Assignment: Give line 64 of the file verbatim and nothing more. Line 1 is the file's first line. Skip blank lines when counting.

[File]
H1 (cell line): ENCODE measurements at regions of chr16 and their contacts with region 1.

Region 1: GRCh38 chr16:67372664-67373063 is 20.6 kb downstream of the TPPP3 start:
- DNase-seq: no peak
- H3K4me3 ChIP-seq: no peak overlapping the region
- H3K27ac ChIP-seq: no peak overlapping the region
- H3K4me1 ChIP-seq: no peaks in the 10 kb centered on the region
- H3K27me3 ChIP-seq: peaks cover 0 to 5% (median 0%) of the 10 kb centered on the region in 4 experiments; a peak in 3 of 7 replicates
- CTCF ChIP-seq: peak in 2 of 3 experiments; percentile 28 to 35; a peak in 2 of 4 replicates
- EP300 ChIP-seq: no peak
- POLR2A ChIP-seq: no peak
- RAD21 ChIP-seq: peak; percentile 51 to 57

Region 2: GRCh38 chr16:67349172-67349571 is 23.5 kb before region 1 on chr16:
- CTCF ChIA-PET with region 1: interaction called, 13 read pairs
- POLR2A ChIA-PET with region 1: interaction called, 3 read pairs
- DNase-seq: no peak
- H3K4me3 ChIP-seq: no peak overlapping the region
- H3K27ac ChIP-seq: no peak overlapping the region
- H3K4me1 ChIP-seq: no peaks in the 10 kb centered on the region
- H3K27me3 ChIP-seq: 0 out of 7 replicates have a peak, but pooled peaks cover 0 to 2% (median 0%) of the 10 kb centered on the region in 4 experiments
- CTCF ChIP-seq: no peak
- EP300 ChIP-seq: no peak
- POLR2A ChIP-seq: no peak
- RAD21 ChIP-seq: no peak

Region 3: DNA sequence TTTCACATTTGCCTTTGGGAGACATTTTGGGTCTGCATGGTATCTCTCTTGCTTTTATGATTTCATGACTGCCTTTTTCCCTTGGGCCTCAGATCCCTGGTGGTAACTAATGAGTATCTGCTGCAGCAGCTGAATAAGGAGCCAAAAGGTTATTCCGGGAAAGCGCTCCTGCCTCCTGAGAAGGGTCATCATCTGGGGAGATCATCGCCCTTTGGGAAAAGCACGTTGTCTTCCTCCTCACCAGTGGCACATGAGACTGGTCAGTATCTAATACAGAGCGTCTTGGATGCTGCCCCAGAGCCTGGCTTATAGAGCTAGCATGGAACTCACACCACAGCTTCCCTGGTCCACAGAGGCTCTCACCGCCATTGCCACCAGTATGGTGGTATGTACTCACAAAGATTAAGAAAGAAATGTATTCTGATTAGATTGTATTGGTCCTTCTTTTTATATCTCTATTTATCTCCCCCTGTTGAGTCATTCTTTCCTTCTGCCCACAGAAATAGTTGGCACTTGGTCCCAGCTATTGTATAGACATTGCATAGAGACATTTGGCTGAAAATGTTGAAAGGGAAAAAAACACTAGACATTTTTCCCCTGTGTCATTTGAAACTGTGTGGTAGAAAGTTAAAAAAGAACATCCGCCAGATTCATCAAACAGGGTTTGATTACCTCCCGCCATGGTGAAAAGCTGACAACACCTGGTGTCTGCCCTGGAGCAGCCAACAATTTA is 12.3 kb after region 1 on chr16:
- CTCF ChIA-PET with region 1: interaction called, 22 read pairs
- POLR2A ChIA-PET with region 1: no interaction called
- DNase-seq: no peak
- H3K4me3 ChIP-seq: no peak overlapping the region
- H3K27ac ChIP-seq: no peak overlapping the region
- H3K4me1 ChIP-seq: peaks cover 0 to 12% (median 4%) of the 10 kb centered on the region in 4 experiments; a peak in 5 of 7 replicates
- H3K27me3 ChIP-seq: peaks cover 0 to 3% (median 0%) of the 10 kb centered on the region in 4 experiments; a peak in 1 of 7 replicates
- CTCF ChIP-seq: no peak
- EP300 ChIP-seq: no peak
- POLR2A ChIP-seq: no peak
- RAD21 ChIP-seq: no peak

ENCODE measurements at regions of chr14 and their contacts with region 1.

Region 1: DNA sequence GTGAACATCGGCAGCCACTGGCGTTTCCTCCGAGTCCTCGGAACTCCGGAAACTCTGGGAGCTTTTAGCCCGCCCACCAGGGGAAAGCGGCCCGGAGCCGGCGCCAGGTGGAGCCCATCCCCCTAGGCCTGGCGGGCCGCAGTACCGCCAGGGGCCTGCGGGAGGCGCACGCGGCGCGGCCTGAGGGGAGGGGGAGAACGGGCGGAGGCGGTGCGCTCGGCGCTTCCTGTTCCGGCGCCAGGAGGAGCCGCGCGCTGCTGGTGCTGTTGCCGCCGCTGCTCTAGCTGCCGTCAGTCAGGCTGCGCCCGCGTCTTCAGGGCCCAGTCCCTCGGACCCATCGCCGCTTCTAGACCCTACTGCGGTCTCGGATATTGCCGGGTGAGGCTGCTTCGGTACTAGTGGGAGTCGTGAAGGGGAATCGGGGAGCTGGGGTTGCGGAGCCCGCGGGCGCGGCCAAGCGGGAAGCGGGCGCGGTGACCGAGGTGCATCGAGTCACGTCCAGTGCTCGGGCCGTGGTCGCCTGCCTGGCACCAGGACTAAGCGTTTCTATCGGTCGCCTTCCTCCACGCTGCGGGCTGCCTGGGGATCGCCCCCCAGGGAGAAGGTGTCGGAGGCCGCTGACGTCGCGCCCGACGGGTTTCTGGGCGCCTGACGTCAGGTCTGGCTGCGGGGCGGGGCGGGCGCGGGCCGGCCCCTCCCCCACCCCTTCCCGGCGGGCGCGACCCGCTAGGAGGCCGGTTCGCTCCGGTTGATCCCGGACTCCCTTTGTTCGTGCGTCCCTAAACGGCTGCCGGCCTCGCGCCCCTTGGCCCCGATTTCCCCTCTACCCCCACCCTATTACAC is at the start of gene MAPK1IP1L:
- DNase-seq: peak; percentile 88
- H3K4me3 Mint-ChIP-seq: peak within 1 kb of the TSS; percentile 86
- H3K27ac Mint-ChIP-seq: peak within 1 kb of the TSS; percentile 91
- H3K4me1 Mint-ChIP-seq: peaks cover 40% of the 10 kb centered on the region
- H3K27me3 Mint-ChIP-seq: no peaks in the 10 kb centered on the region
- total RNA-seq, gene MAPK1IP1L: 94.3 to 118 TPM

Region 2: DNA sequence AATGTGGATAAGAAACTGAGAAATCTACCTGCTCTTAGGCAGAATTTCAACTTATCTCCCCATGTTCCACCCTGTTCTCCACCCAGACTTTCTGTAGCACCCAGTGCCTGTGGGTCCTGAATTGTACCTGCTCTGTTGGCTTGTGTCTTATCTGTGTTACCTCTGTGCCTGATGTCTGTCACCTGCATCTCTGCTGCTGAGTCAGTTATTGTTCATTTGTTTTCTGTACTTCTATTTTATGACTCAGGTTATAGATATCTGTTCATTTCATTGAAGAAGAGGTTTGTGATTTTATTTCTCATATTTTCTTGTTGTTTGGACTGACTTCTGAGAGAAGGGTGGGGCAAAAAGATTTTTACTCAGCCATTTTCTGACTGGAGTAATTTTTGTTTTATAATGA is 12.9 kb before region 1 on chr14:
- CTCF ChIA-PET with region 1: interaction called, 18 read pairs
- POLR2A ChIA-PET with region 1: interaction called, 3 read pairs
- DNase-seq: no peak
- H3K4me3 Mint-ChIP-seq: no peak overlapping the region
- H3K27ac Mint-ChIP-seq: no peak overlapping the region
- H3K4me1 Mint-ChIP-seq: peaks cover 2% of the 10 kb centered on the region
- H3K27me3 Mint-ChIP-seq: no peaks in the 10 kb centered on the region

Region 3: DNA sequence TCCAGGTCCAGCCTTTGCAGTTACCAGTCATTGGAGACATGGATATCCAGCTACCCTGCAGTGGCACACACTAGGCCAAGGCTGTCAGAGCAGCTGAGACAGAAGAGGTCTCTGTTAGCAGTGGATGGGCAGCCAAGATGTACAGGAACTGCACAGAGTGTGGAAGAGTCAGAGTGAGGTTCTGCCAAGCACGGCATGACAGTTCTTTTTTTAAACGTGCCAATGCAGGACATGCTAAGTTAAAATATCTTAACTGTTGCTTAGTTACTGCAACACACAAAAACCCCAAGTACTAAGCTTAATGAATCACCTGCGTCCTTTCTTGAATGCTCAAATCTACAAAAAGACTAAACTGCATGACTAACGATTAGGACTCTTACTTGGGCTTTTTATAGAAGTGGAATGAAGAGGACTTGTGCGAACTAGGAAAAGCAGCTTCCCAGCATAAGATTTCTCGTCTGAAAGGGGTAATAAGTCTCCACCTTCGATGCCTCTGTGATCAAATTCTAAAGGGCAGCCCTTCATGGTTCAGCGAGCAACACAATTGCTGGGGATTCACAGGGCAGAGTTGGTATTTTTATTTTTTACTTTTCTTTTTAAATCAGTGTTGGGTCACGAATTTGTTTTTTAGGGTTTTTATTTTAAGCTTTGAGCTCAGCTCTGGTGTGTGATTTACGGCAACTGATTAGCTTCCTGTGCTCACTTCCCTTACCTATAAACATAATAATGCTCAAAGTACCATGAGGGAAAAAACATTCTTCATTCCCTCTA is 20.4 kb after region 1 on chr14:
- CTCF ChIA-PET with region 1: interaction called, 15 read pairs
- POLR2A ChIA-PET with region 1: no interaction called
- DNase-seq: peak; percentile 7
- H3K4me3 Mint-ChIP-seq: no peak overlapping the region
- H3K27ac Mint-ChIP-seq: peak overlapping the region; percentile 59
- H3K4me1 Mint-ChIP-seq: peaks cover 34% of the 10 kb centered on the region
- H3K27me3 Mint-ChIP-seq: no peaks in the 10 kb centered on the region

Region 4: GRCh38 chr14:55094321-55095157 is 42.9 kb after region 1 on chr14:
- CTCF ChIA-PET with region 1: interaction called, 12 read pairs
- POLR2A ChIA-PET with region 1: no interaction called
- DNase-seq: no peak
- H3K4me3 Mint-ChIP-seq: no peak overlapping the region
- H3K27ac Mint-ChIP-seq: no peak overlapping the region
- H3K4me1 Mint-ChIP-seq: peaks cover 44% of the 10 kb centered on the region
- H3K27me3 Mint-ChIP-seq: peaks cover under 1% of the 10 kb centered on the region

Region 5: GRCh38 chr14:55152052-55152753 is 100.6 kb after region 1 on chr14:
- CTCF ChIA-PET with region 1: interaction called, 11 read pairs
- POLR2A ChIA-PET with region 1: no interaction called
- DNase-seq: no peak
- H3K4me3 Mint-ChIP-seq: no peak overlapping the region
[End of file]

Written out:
- H3K4me3 Mint-ChIP-seq: no peak overlapping the region